Total Pageviews

Friday, April 25, 2014


I'm an American born in Hawaii of Japanese parents.  I've lived for periods in Southern and Northern California, Louisiana and Washington, D.C.   Sometimes I wonder why I regularly catch the Shinkansen to every corner of Japan, as I'm now doing. 

This has something to do with searching for my roots, as I've done, several times.  I've particularly focused on my father's father, Kenjiro, my namesake, for I"m Patrick Kenji Takahashi.  Kenjiro's parents are from Akita in Northern Honshu, where I've spent the past couple of days.  They were early pioneers sent to Hokkaido in the later 1800's, and Kenjiro was born in Otaru, then the family moved on to Sapporo and, finally, Utashinai, which is way up north.

It is my speculation--and I've been to the City Office of Utashinai, where I found some credible information about Kenjiro's family--that coal was found, the first company to mine for this resource was formed in 1890, and Kenjiro was sent to America to learn about coal, especially, I think, how to mine for it.  In 1900 he stopped by Kilauea, Kauai on his way home, was involved in the first hydroelectric power plant as a supervisor, got married, sired my father, and in 1906, two months before the facility was made operational, fell at the site and died.  This system produced 3 megawatts then, and today, 108 years later, is still producing 3 MW.

Last night, I had an epiphany, a revelation, about who I was.  A few days ago, one of my postings had to do with the enigma that is Prime Minister Shintaro Abe.  I think I can now better explain why the Japanese are so enigmatic, with Abe epitomizing the nature of the people. 

To begin with, I'm an American liberal Democrat, attempting to explain a Japanese Liberal Democrat, Abe, who is the equivalent of a conservative American Republican.  From my viewpoint he is doing everything wrong--pro-nuclear, pro-coal, wishy-washy on the renewables, pro-miitary spending, will double the sales tax by next year to 10%--but seemingly successful in propping up the economy.  He is vey popular, unlike President Barack Obama, who too like me is a liberal Democrat from Hawaii, and by most measures successful:  the USA is the only Supreme Power left, our economy is close to again breaking an all-time stock market high, we are pulling out of the Middle East, where wars, started by Republicans, have cost us up to $3 trillion, and we are the envy of the world.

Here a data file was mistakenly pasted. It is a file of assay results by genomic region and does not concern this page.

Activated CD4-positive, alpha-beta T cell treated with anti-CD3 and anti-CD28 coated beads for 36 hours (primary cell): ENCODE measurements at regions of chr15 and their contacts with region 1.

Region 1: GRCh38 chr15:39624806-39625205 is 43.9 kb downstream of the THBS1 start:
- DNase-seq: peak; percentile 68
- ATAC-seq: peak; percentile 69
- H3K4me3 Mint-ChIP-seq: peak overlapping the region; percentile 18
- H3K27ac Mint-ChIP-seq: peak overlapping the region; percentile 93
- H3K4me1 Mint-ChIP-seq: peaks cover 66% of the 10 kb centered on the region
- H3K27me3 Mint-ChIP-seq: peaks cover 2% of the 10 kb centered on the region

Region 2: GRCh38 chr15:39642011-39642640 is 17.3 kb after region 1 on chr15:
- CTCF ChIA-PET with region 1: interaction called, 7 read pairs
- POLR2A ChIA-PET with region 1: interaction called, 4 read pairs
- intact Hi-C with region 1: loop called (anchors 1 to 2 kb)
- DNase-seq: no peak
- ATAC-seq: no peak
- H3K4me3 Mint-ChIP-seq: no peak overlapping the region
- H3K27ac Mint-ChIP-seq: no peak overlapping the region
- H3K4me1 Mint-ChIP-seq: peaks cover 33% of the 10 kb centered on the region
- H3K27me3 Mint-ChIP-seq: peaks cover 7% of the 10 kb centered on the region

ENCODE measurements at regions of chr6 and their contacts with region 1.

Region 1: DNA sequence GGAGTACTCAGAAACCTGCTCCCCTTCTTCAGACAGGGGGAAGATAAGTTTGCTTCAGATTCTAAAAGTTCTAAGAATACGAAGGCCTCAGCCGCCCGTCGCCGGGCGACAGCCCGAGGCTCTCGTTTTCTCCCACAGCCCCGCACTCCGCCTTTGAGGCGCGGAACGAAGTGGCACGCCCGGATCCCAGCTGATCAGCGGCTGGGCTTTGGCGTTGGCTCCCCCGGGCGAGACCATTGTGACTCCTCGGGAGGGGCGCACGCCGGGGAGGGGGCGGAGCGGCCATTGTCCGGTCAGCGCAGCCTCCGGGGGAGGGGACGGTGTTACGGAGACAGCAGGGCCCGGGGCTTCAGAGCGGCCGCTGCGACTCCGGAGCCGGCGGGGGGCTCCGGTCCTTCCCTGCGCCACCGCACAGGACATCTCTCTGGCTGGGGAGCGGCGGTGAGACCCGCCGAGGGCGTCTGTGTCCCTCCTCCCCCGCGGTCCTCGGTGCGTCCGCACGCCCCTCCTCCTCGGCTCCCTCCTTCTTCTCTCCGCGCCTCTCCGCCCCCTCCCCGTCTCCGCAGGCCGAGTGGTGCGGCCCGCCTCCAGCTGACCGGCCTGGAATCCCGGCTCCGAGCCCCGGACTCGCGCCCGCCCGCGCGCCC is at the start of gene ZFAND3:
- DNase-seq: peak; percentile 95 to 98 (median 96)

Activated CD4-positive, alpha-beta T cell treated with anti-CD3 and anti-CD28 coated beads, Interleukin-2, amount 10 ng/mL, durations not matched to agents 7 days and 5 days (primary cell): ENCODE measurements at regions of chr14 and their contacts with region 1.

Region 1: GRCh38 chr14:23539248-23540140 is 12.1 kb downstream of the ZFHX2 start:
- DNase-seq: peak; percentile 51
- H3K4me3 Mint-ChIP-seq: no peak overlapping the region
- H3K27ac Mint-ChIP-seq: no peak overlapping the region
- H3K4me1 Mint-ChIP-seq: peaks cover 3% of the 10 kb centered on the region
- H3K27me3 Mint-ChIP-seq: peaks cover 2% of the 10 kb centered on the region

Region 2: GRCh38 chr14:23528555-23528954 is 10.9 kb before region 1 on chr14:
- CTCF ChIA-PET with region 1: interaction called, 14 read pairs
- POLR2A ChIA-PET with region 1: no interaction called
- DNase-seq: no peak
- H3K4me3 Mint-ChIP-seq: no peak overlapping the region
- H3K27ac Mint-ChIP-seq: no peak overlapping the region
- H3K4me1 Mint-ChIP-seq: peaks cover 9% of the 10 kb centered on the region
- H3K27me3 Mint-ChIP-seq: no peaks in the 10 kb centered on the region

So why is Abe popular and Obama not?  First, the Obama part has something to do with the success of the Republican propaganda machine.  The American way of politics does that to people and reputations.  Amazingly enough, the people fall for it.

Japan has overcome Hiroshima, Nagasaki, the devastation of World War II (and most don't realize that cities such as Tokyo, Sendai and Aomori, my three most recent stops, were leveled by American air raids) and is now trying to cope with Fukushima.  Yet, the Japanese don't hate us.  In fact, there is high respect, if not a sense of continued dependency.  And Hawaii, they go into paroxysms of wonderment and envy when I mention I'm from Hawaii.  Remember Pearl Harbor?  This has to do with their culture.

Prime Minister Abe is popular because the Japanese have the will to survive--Fukushima was devastating--and Abe is their best hope for success today.  It is a kind of fantasy that their economy is doing well.  Consider that the all-time high for the Nikkei was the equivalent of 73,000 in 1989, and they are in the range of 15,000 today, but almost double what it was after that Great Tohoku Earthquake, Tsunami and Nuclear Cataclysm on 11March2011.  Thus, to a person, people I talk to say their economy is sound and getting better.  The attitude is positive and they could be well on their way to further progress.

So who am I?  I'm just a lucky soul who is Japanese, born in Hawaii, went on to Stanford, somehow became an engineering professor, maintained good health, traveled the world a dozen times and on the eve of entering a seniors community, realizing my good fortune.  I've done the best I could, planted the seeds for the Blue Revolution, and close now to five years of daily blogging, fulfilled my destiny, which has everything to do with my name, Takahashi, which means high bridge.  I've served as the link between nations and cultures desiring to take the higher road to cooperation, here in color showing the essence of my family mon, a rainbow bridge connecting countries across the ocean:

These are the front and and back covers of SIMPLE SOLUTIONS for Planet Earth.


1 comment:

pattygolden said...

Such a joy to read! Thanks!